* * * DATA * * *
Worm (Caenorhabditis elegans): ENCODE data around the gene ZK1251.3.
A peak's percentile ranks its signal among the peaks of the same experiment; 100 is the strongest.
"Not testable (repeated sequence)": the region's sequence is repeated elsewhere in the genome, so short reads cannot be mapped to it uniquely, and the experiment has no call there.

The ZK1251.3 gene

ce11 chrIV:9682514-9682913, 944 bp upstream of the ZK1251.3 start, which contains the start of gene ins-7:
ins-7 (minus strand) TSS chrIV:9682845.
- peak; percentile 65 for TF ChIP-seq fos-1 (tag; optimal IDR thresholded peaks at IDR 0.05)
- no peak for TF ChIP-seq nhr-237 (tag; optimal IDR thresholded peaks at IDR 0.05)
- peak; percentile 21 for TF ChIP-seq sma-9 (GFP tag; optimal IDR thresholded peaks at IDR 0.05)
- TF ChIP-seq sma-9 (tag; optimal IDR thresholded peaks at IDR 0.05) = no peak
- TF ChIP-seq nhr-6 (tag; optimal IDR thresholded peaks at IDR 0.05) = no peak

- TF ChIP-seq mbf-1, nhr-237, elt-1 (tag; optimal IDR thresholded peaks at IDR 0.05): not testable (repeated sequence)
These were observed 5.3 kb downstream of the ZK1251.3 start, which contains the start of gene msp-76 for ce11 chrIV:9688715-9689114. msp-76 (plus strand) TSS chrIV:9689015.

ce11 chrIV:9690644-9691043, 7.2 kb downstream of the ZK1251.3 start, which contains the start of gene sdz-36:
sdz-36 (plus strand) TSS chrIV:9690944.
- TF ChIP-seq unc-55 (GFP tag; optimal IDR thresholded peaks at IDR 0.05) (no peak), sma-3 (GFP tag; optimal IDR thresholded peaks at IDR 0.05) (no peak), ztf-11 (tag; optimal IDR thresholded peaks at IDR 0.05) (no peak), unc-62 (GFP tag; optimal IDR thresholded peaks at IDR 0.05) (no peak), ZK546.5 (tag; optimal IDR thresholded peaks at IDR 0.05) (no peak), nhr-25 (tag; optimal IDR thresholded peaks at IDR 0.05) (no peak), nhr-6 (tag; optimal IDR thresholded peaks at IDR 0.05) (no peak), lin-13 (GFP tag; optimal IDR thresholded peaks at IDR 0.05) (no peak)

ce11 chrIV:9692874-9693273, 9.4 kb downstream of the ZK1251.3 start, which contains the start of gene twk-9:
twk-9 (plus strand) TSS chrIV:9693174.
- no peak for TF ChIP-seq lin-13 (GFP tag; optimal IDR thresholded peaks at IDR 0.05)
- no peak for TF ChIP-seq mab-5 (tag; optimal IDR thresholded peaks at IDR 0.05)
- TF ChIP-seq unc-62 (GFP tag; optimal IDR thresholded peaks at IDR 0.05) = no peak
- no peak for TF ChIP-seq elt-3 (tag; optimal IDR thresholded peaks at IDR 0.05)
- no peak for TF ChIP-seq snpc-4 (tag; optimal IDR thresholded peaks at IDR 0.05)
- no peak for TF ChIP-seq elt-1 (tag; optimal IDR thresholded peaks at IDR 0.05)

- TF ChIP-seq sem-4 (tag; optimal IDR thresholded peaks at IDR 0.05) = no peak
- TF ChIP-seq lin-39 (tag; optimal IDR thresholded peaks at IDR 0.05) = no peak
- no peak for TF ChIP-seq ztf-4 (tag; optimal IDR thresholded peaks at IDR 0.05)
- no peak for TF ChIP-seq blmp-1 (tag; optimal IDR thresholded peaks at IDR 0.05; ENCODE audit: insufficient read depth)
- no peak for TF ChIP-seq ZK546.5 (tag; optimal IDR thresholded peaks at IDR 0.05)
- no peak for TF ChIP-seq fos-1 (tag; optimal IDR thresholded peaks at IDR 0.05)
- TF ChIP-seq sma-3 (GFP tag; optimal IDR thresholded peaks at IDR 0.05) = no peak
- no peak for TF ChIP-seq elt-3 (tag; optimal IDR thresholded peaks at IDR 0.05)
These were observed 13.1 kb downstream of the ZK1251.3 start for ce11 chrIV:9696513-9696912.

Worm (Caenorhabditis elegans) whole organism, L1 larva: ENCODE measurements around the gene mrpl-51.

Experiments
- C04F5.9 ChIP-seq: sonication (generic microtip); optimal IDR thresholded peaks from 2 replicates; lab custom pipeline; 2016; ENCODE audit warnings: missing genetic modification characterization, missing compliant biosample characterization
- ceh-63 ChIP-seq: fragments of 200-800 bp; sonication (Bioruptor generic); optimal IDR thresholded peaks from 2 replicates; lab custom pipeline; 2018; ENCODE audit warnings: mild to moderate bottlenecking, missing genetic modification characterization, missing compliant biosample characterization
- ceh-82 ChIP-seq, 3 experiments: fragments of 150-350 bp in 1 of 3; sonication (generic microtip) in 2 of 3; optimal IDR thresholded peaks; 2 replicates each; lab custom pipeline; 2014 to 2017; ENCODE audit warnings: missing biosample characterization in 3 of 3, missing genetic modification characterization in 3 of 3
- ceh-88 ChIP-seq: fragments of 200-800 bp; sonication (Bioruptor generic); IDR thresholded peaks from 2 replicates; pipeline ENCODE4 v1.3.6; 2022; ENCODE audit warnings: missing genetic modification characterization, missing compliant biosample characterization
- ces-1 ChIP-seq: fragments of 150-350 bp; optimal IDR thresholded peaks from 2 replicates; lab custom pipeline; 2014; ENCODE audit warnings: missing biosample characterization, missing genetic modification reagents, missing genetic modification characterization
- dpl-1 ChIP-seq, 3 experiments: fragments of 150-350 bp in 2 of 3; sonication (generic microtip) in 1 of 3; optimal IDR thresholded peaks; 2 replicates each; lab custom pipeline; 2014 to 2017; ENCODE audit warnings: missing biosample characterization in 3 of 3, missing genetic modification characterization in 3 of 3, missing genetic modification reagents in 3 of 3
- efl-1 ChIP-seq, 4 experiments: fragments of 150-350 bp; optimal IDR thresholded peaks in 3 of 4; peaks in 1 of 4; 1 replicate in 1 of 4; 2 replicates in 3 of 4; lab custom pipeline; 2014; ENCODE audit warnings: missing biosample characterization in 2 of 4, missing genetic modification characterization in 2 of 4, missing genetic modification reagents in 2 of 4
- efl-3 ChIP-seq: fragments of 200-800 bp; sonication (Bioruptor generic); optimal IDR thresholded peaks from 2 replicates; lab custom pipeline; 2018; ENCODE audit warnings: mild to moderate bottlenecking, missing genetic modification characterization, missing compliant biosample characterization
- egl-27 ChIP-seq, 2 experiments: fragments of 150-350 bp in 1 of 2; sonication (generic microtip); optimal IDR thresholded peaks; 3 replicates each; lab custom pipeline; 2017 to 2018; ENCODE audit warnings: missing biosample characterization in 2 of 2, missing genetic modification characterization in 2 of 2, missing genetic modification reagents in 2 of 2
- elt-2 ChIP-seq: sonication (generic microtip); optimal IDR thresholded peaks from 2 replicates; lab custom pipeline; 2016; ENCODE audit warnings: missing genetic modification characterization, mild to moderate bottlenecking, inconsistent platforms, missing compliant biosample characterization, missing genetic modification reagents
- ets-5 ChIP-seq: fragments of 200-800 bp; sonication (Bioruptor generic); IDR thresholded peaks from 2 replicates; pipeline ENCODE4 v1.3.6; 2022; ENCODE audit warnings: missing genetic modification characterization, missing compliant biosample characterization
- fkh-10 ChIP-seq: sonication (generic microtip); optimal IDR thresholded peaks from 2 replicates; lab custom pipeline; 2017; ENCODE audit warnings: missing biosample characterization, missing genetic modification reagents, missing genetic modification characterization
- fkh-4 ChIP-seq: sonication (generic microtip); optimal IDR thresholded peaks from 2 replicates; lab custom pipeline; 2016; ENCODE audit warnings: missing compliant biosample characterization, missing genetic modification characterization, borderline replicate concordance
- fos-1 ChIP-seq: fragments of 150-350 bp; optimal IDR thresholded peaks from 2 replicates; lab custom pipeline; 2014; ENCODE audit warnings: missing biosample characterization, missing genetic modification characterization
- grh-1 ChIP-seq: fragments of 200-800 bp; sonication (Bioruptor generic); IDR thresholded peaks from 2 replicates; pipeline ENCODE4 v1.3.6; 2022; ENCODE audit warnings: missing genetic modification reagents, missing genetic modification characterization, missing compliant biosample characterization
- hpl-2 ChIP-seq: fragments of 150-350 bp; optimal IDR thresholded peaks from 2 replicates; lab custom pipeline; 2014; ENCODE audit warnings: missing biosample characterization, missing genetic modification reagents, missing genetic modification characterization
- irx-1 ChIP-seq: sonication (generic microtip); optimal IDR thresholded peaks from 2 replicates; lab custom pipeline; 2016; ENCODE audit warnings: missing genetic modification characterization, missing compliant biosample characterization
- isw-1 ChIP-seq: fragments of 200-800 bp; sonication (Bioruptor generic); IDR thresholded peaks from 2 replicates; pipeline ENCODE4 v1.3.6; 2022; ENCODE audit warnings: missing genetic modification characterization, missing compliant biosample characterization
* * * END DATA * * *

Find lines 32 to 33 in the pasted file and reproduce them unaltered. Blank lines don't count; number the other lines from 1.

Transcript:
- no peak for TF ChIP-seq elt-3 (tag; optimal IDR thresholded peaks at IDR 0.05)
These were observed 13.1 kb downstream of the ZK1251.3 start for ce11 chrIV:9696513-9696912.